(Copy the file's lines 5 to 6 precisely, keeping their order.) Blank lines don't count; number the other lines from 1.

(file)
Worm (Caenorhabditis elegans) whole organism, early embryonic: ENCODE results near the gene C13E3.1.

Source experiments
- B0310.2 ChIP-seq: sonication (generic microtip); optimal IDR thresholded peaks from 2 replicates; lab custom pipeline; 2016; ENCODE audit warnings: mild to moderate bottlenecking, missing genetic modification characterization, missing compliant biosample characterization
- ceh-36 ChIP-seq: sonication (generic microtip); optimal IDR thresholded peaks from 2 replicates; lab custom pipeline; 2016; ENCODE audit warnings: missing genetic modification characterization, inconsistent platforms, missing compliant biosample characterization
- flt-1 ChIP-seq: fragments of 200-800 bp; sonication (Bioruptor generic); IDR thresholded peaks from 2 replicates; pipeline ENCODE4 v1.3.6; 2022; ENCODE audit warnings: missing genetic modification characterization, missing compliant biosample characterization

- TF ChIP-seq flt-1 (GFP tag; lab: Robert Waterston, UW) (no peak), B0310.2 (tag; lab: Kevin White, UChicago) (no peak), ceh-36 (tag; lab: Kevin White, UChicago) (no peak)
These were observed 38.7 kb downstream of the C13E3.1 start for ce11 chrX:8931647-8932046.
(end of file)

- flt-1 ChIP-seq: fragments of 200-800 bp; sonication (Bioruptor generic); IDR thresholded peaks from 2 replicates; pipeline ENCODE4 v1.3.6; 2022; ENCODE audit warnings: missing genetic modification characterization, missing compliant biosample characterization

- TF ChIP-seq flt-1 (GFP tag; lab: Robert Waterston, UW) (no peak), B0310.2 (tag; lab: Kevin White, UChicago) (no peak), ceh-36 (tag; lab: Kevin White, UChicago) (no peak)